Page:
Turkey’s main opposition Republican People’s Party has sought an image change ahead of the June 7 general election. The move comes after suffering successive defeats at the hands of the Islamist-rooted AK Party, which has portrayed it as hostile to religion. Dorian Jones reports from the western city of Izmir.
Video

Video Europe Follows US Lead in Tackling ‘Conflict Minerals’

Metals mined from conflict zones in places like the Democratic Republic of Congo are often sold by warlords to buy weapons. This week European lawmakers voted to force manufacturers to prove that their supply chains are not inadvertently fueling conflicts and human rights abuses. Henry Ridgwell reports from London.
Video

Video Class Tackles Questions of Race, Discrimination

Unrest in some U.S. cities is more than just a trending news item at Ladue Middle School in St. Louis, Missouri. As VOA’s Kane Farabaugh reports, it’s a focus of a multicultural studies class engaging students in wide-ranging discussions about racial tensions and police aggression.
Video

Video Mind-Controlled Prosthetics Are Getting Closer

Scientists and engineers are making substantial advances towards the ultimate goal in prosthetics – creation of limbs that can be controlled by the wearer’s mind. Thanks to sophisticated sensors capable of picking up the brain’s signals, an amputee in Iceland is literally bringing us one step closer to that goal. VOA’s George Putic reports.
Video

Video Afghan Economy Sinks As Foreign Troops Depart

As international troops prepare to leave Afghanistan, and many foreign aid groups follow, Afghans are grappling with how the exodus will affect the country's fragile economy. Ayesha Tanzeem reports from the Afghan capital, Kabul.
Video

Video Poverty, Ignorance Force Underage Girls Into Marriage

The recent marriage of a 17-year old Chechen girl to a local police chief who was 30 years older and already had a wife caused an outcry in Russia and beyond. The bride was reportedly forced to marry and her parents were intimidated into giving their consent. The union spotlighted yet again the plight of many underage girls in developing countries. Zlatica Hoke reports poverty, ignorance and fear are behind the practice, especially in Asia and Africa.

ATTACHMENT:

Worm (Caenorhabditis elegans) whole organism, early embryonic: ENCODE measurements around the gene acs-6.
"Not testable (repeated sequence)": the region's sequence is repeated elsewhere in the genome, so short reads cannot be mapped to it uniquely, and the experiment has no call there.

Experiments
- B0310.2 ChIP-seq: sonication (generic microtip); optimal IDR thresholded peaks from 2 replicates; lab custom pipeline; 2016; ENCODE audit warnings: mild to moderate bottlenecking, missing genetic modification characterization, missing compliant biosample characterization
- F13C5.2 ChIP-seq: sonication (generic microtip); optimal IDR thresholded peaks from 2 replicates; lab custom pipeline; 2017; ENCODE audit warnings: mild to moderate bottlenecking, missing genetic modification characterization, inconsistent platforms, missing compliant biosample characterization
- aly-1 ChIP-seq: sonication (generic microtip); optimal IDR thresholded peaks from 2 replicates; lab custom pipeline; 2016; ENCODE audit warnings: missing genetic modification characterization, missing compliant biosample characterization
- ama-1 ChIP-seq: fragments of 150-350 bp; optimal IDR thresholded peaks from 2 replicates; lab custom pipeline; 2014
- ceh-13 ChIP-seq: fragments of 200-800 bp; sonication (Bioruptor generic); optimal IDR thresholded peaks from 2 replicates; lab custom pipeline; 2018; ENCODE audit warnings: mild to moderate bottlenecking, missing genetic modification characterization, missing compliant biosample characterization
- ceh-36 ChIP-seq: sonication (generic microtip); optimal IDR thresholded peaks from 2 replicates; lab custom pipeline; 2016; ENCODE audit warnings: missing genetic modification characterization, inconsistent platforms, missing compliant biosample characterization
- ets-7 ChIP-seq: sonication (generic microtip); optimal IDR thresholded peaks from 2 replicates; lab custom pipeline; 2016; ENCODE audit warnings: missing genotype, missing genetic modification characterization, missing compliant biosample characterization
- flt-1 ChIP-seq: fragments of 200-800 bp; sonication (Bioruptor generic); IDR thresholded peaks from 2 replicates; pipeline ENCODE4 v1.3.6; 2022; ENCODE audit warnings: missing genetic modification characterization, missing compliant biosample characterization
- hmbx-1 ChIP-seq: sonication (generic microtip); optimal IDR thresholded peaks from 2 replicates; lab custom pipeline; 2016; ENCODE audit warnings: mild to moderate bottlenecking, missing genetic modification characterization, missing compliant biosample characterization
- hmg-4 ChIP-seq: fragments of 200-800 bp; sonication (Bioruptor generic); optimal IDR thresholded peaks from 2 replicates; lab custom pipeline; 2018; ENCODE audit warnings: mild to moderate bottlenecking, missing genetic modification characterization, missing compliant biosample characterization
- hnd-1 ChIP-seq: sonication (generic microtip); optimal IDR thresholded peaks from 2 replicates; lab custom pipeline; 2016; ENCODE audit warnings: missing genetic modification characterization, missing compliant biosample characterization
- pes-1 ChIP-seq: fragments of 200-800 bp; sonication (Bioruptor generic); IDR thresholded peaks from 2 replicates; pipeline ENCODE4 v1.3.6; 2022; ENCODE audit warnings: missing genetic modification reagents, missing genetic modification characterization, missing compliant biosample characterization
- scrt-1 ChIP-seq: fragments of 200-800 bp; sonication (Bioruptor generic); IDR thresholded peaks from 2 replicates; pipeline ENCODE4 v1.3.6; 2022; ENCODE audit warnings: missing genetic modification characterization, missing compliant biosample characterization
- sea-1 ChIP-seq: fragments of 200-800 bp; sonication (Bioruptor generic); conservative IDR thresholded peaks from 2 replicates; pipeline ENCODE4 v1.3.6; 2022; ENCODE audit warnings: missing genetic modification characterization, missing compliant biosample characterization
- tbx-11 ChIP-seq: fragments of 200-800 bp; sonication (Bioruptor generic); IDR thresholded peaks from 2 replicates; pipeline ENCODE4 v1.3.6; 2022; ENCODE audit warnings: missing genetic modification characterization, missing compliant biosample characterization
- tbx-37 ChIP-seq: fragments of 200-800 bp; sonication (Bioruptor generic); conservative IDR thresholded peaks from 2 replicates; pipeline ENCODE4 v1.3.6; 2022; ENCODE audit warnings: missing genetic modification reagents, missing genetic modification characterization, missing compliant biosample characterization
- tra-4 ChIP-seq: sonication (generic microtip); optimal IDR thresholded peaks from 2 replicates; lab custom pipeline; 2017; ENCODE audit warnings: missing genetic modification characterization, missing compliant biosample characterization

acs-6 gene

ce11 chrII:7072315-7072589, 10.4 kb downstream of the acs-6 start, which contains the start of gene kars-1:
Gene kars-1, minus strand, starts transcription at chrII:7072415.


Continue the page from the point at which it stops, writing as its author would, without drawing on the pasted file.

Video

Video South Korea Marks Gwangju Uprising Anniversary

South Korea this week marked the 35th anniversary of a protest that turned deadly. The Gwangju Uprising is credited with starting the country’s democratic revolution after it was violently quelled by South Korea’s former military rulers. But as Jason Strother reports, some observers worry that democracy has recently been eroded.
Video

Video California’s Water System Not Created To Handle Current Drought

The drought in California is moving into its fourth year. While the state's governor is mandating a reduction in urban water use, most of the water used in California is for agriculture. But both city dwellers and farmers are feeling the impact of the drought. Some experts say the state’s water system was not created to handle long periods of drought. Elizabeth Lee reports from Ventura County, an agricultural region just northwest of Los Angeles.
Video

Video How to Clone a Mammoth: The Science of De-Extinction

An international team of scientists has sequenced the complete genome of the woolly mammoth. Led by the Swedish Museum of Natural History in Stockholm, the work opens the door to recreate the huge herbivore, which last roamed the Earth 4,000 years ago. VOA’s Rosanne Skirble considers the science of de-extinction and its place on the planet
Video

Video Blind Boy Defines His Life with Music

Cole Moran was born blind. He also has cognitive delays and other birth defects. He has to learn everything by ear. Nevertheless, the 12-year-old has had an insatiable love for music since he was born. VOA’s June Soh introduces us to the young phenomenal harmonica player.

VOA Blogs